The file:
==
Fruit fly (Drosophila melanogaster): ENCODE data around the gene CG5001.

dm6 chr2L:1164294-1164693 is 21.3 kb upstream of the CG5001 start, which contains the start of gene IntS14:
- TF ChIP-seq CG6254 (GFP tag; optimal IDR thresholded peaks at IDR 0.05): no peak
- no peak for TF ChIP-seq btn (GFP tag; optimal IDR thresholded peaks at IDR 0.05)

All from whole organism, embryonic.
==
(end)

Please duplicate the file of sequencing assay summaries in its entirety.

Fruit fly (Drosophila melanogaster): ENCODE data around the gene CG5001.

dm6 chr2L:1164294-1164693 is 21.3 kb upstream of the CG5001 start, which contains the start of gene IntS14:
- TF ChIP-seq CG6254 (GFP tag; optimal IDR thresholded peaks at IDR 0.05): no peak
- no peak for TF ChIP-seq btn (GFP tag; optimal IDR thresholded peaks at IDR 0.05)

All from whole organism, embryonic.